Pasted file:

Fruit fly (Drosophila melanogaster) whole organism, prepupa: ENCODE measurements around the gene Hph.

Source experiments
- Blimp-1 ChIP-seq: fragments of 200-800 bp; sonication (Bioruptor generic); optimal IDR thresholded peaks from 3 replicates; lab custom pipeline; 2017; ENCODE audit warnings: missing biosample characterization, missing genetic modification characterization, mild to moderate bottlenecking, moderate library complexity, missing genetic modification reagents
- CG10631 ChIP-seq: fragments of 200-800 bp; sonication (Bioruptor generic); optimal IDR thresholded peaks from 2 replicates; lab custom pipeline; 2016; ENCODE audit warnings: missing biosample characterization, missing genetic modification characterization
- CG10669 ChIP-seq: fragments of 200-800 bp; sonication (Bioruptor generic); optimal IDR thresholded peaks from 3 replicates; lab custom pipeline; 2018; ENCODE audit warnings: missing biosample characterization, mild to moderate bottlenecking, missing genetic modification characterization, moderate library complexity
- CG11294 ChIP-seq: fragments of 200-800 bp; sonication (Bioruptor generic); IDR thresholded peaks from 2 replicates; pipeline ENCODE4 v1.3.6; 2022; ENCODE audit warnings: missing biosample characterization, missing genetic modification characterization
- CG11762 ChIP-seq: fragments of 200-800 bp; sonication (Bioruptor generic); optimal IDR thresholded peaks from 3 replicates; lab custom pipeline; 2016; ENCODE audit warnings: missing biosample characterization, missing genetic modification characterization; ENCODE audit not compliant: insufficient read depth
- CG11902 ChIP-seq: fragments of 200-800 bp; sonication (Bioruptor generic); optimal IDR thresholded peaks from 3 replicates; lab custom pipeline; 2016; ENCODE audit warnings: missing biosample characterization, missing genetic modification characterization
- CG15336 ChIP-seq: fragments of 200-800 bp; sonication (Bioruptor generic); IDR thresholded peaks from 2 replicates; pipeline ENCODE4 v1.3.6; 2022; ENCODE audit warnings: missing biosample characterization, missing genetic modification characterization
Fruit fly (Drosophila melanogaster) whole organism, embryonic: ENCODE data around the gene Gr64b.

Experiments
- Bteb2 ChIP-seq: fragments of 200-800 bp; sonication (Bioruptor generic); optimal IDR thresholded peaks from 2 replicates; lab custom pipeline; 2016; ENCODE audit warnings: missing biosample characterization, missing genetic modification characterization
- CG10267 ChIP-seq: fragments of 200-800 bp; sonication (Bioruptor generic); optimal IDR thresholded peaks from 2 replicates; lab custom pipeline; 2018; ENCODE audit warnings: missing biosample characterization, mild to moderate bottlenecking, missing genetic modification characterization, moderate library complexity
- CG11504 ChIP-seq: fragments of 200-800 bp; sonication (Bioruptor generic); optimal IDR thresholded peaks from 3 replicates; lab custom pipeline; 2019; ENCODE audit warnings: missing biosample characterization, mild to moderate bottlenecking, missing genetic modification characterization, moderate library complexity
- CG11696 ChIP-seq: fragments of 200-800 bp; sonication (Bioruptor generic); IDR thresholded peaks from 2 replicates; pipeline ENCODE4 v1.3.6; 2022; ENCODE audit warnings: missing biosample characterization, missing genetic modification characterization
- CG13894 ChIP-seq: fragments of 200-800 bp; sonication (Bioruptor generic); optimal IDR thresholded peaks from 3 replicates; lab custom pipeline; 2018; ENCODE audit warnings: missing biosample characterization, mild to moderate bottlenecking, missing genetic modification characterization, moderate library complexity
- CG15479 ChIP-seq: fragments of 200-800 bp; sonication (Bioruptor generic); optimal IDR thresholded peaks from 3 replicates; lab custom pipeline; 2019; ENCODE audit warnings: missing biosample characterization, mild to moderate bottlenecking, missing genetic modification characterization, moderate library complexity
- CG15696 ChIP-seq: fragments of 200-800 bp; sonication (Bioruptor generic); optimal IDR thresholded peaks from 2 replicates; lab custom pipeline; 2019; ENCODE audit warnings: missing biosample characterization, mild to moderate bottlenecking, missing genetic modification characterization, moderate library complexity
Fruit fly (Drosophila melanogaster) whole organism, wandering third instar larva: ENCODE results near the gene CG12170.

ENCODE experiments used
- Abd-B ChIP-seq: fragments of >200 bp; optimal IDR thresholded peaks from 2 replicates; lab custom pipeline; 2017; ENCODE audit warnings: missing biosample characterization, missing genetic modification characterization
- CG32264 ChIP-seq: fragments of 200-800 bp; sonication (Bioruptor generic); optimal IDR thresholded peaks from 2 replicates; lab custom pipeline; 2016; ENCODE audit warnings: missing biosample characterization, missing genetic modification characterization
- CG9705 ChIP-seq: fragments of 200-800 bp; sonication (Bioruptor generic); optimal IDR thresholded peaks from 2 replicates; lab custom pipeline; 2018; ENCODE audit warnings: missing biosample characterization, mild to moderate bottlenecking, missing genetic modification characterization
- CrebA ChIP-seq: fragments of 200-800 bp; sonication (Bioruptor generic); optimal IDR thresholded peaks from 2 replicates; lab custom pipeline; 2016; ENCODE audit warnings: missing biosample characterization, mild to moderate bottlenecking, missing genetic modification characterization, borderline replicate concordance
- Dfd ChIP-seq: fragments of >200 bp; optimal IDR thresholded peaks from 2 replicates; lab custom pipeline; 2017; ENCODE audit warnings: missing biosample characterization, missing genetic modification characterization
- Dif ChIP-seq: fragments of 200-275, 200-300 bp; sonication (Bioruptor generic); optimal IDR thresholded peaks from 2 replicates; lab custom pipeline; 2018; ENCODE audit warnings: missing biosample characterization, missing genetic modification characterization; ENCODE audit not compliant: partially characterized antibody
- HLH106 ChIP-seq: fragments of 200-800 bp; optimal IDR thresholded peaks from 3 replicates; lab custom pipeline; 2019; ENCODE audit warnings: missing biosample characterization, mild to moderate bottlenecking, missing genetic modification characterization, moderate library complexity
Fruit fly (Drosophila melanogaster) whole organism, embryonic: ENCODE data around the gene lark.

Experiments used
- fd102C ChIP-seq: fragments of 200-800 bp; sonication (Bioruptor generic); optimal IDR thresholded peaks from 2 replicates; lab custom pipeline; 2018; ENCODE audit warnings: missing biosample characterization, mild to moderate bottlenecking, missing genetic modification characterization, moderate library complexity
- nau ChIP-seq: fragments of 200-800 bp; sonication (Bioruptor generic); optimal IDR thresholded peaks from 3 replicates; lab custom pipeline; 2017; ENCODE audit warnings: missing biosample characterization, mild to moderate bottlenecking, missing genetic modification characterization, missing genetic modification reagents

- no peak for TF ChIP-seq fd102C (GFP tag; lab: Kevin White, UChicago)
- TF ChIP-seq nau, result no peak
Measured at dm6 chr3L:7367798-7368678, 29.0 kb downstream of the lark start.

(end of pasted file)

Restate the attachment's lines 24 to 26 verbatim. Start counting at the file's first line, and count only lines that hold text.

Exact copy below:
- CrebA ChIP-seq: fragments of 200-800 bp; sonication (Bioruptor generic); optimal IDR thresholded peaks from 2 replicates; lab custom pipeline; 2016; ENCODE audit warnings: missing biosample characterization, mild to moderate bottlenecking, missing genetic modification characterization, borderline replicate concordance
- Dfd ChIP-seq: fragments of >200 bp; optimal IDR thresholded peaks from 2 replicates; lab custom pipeline; 2017; ENCODE audit warnings: missing biosample characterization, missing genetic modification characterization
- Dif ChIP-seq: fragments of 200-275, 200-300 bp; sonication (Bioruptor generic); optimal IDR thresholded peaks from 2 replicates; lab custom pipeline; 2018; ENCODE audit warnings: missing biosample characterization, missing genetic modification characterization; ENCODE audit not compliant: partially characterized antibody